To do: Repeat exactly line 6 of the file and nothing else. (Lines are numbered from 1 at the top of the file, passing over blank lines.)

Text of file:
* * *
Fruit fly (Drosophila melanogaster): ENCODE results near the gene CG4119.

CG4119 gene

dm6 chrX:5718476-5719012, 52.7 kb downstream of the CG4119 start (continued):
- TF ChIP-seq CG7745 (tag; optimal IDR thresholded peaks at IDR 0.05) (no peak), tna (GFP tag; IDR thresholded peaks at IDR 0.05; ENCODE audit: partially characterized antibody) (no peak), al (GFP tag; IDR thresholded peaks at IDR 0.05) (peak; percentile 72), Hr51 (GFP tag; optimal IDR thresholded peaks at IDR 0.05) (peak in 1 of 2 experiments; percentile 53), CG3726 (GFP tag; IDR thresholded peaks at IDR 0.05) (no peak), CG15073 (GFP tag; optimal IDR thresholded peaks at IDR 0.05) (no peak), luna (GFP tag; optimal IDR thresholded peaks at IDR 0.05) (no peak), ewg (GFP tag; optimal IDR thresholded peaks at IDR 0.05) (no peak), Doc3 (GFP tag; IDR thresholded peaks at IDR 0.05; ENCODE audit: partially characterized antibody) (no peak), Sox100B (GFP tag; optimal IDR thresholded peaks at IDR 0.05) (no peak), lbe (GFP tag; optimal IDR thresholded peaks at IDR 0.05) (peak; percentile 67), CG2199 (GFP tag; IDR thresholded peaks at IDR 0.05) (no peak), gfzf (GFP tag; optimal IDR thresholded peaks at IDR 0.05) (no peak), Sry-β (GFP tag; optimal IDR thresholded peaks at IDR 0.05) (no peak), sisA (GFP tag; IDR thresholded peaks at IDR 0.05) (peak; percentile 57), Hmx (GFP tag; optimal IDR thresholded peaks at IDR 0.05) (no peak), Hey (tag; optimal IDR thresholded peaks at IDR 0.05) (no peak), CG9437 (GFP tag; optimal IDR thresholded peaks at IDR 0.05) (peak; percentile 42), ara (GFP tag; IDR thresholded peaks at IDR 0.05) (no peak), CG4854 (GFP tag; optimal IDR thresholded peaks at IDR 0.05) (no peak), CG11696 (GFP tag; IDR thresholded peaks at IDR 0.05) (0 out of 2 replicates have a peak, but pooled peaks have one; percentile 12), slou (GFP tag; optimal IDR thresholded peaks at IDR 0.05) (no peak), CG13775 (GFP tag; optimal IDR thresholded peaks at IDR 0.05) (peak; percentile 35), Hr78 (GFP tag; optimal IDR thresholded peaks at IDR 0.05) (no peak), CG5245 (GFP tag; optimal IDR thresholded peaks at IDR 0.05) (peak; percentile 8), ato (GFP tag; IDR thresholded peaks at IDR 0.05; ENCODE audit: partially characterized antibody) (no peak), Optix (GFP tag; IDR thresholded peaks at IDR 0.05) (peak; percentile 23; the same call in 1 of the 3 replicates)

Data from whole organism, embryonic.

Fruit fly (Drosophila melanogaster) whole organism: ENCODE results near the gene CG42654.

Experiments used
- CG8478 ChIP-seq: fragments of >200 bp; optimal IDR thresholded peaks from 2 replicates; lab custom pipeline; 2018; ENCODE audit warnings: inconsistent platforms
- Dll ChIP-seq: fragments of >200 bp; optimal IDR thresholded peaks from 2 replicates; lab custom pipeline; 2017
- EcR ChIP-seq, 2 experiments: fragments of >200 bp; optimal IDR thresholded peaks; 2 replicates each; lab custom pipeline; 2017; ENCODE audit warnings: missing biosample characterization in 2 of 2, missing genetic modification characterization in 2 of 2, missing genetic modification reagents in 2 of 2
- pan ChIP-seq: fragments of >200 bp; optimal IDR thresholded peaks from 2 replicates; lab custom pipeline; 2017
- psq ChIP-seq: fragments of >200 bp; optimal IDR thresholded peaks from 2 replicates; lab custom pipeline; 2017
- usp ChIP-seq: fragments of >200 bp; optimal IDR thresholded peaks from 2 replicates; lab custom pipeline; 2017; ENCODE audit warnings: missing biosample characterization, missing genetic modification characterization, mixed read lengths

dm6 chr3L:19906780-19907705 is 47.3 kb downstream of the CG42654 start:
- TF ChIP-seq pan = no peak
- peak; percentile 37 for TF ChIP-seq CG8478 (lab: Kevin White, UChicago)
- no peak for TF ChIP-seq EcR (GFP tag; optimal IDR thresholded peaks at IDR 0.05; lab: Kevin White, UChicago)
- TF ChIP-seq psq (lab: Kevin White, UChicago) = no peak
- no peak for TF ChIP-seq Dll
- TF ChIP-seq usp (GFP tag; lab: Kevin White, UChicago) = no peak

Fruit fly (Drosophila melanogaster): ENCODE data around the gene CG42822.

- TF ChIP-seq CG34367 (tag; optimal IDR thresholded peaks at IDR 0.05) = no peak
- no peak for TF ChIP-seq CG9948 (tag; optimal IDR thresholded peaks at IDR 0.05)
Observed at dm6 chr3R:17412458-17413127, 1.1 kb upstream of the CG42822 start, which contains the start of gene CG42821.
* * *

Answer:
Fruit fly (Drosophila melanogaster) whole organism: ENCODE results near the gene CG42654.